Geofencing can also be implemented within a residential neighborhood. For example, a real estate application sends neighborhood-specific information directly to a potential buyer while they are still within the area.

Marketing teams can also use geofence data to signal when a particular user visited or patronized a particular location. This data allows for relevant retargeting, known as retro-fencing.

Other use cases of geofencing are business intelligence, analytics, research, and even emergency alert systems. If a restaurant or cafe is interested to know how often customers come back and how long they stay, geofencing offers a way to track these metrics without interrupting the customer with a notification.

Are Geofencing and Geolocation The Same?

While not the same, it can be easy to confuse these terms since geolocation is actually used within geofencing — it’s geo-inception.

Geolocation is the process of identifying the geographic location of an object, such as a mobile device. Since geofences are built with the goal of utilizing mobile device geolocation data, it is a rather important term in the grand scheme of geofencing.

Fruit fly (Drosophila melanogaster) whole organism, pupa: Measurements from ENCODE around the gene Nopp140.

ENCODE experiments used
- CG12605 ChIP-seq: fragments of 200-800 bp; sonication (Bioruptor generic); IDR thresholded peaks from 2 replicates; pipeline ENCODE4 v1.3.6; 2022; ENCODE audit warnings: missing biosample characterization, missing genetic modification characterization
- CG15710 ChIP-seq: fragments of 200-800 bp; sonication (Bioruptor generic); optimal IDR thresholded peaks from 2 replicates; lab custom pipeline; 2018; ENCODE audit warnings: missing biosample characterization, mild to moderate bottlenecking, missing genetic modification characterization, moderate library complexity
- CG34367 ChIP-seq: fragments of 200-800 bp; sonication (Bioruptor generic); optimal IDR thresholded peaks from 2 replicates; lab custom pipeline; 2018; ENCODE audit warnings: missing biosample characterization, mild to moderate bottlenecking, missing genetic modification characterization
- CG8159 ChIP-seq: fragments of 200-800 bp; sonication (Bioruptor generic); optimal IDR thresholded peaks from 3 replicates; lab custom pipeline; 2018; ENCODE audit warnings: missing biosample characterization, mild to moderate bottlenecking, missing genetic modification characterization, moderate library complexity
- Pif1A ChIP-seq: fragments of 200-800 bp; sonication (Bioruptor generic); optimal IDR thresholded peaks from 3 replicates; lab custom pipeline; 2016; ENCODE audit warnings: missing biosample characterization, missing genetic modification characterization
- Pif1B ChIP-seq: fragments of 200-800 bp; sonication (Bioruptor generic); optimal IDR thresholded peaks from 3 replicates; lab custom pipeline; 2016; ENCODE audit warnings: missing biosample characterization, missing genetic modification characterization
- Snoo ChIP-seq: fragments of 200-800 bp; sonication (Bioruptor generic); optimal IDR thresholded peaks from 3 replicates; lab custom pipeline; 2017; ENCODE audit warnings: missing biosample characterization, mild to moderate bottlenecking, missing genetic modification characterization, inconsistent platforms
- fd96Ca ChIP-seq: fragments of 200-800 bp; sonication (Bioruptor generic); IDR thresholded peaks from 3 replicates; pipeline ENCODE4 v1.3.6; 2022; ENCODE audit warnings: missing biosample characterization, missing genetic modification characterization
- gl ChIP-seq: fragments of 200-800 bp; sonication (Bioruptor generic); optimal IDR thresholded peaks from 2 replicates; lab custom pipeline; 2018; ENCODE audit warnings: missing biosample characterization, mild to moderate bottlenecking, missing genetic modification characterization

Geolocation returns exact longitudinal and latitudinal coordinates, often using global positioning systems (GPS). Geolocation data can also be extracted from other sources, including internet protocol (IP) address and even the Exchangeable Image File Format (EXIF), among other wireless positioning systems.2

Geotargeting, on the other hand, is a way to segment advertising and marketing efforts based on customer location. Some geolocation data, like the IP address method, returns broad location data such as a zip code. While this can still be useful to know what city a customer is in, geotargeting using more accurate geolocation methods can allow marketers to retarget people who frequent a certain area.

Why You Should Use Geofencing

When implemented properly, a geofencing strategy can offer a unique user experience that makes a lasting impression. With the highly targeted approach to marketing that geofencing offers, marketers can provide more relevant messages to users at the ideal time.

Many brick and mortar retail stores have struggled to see a return on investment from their digital marketing efforts. Geofencing is perhaps one of the most effective digital marketing strategies to actually bring customers through the door of a physical location.

Geofencing can also be implemented to divert potential customers of a competitor and convert them into customers. Geo-conquesting, as this is known, is an effective strategy for bringing in traffic that would otherwise be lost to a rival.

Geofencing Examples